Projects



Pharmacist George Sidry administers medication to protestors at the Coptic Youth Union protest camp in Maspero, Cairo, May 2011.


A protestor decorates walls of the Coptic Youth Union's makeshift field hospital outside Egypt's state TV station in May 2011. The slogans read 'Breaking news: Egyptian TV has died' - a comment on state TV's failure to portray events accurately.


Members of the Coptic Youth Union organising provisions for the 10 day sit-in staged outside Egyptian TV in May 2011.


Kamal Samuel, 52, a driver from Cairo demonstrates outside the Egyptian state TV building during a 10 day sit-in organised by the Coptic Youth Union in Maspero, Cairo, May 2011.


Images of the Pope of Alexandria adorn boundaries of the 10 day sit-in organised by Egypt's Coptic Youth Union outside Egypt's national TV station in Maspero, Cairo, May 2011.


Women demonstrate against the Egyptian government's failure to prosecute the perpetrators of attacks on Coptic churches across the country at a 10 day sit-in organised by the Coptic Youth Union in Maspero, May 2011.


A Coptic protestor at the Maspero sit-in in May 2011.


Men demonstrate against the Egyptian government's failure to prosecute the perpetrators of attacks on Coptic churches across the country at a 10 day sit-in organised by the Coptic Youth Union in Maspero, May 2011.


A woman demonstrates against the Egyptian government's failure to prosecute the perpetrators of attacks on Coptic churches across the country at a 10 day sit-in organised by the Coptic Youth Union in Maspero, May 2011.


A man sells merchandise at the 10 day Coptic Youth Union sit-in in Maspero, Cairo, May 2011. Images of Nasser, leader of Egypt's 1952 revolution sit side by side with images of Jesus Christ and the Pope of Alexandria.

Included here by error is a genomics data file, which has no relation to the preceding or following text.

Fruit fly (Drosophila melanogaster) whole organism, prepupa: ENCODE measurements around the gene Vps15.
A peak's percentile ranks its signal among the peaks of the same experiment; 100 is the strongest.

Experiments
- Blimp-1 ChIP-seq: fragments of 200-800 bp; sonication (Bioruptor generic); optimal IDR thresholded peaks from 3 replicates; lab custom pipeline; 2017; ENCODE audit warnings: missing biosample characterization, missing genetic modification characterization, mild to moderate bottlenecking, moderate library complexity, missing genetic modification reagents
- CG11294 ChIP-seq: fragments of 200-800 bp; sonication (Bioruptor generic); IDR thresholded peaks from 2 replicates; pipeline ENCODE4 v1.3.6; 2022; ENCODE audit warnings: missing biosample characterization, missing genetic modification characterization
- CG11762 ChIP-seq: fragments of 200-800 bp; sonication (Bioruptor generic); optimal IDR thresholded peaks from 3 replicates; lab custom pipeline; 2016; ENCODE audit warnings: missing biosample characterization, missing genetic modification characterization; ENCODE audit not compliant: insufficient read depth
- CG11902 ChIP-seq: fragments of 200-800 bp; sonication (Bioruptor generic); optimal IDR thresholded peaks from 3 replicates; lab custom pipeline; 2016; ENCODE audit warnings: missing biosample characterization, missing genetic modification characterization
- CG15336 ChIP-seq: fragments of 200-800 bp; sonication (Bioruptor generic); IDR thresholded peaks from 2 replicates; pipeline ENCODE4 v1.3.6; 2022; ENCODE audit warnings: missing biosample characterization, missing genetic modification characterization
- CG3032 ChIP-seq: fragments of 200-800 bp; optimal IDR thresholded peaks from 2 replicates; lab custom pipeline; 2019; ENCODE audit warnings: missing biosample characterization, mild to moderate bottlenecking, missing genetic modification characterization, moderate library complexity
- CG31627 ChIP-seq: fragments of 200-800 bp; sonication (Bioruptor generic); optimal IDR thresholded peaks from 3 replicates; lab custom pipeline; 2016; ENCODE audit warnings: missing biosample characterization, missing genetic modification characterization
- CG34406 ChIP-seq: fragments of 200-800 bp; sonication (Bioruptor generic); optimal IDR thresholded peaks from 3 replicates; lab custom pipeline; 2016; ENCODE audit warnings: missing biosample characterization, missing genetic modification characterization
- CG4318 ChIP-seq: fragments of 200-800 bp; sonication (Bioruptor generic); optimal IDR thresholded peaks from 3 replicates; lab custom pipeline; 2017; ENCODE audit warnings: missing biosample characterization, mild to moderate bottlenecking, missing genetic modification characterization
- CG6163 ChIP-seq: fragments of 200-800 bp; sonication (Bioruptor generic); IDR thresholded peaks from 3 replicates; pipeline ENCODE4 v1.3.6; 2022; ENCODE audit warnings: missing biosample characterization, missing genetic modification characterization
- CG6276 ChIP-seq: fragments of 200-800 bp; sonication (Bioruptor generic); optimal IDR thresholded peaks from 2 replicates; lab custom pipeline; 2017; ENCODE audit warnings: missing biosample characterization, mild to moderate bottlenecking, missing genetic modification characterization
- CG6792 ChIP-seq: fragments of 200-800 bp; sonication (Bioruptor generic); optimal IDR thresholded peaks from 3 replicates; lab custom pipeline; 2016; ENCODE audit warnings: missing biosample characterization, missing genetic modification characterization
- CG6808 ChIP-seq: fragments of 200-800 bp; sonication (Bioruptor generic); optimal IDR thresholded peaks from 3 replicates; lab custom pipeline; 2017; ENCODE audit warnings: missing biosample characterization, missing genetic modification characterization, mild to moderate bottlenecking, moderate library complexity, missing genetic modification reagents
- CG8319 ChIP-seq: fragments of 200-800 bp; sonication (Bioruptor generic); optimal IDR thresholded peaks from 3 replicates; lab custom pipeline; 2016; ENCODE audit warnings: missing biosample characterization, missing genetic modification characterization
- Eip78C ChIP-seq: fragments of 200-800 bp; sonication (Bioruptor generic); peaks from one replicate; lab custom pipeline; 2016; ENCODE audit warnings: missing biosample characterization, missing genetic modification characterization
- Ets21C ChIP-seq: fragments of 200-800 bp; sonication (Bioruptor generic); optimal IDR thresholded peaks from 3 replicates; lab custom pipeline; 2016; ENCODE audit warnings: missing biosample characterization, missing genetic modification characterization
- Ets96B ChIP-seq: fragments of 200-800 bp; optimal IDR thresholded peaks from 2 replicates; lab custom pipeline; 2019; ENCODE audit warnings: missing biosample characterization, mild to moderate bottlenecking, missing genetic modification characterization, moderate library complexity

Barbed wire barricades stop non-sympathisers entering the Coptic sit-in outside Egyptian state TV in Maspero, Cairo, May 2011.


A peaceful protest of 10,000 Christians and their supporters on October 9th 2011 ends in the country's worst night of violence since February, as army tanks ploughed into a 10,000 strong peaceful Christian demonstration. As peaceful protestors escaped, the battle between rioters and the army continued with tactical stone-throwing from the roads and bypasses around Maspero.


As fighting continues, a Coptic Christian shows me his blood-stained clothes and says 'Do you know what they are doing? We are peaceful, we do not carry guns.' The violence that night continued, spreading to Tahrir Square and its tributary streets.


International and local journalists and photographers retreat to a downtown apartment whilst fighting and shooting carries on in the streets. The violence that night left nearly 30 people dead and nearly 300 injured.


Roaming groups of Egyptians take to the streets demanding an end to military rule.


Riot police run across Tahrir Square as fighting between demonstrators and the army continues.


The clean-up operation in Maspero the morning after 'Bloody Sunday.'


A burn-out car in Maspero, the morning after 'Bloody Sunday.'


Riot police in Maspero the morning after 'Bloody Sunday,' 10.10.11


The Monday after 'Bloody Sunday' crowds of mourners and protestors gathered at the Coptic Hospital as it became apparent that 19 of the 26 fatalities the night before were Coptic Christians.


Toni Sabri, one of the leaders of the Coptic Youth Union mourns for his friend and fellow activist, Mina Daniel, killed the night before in the bloody riots.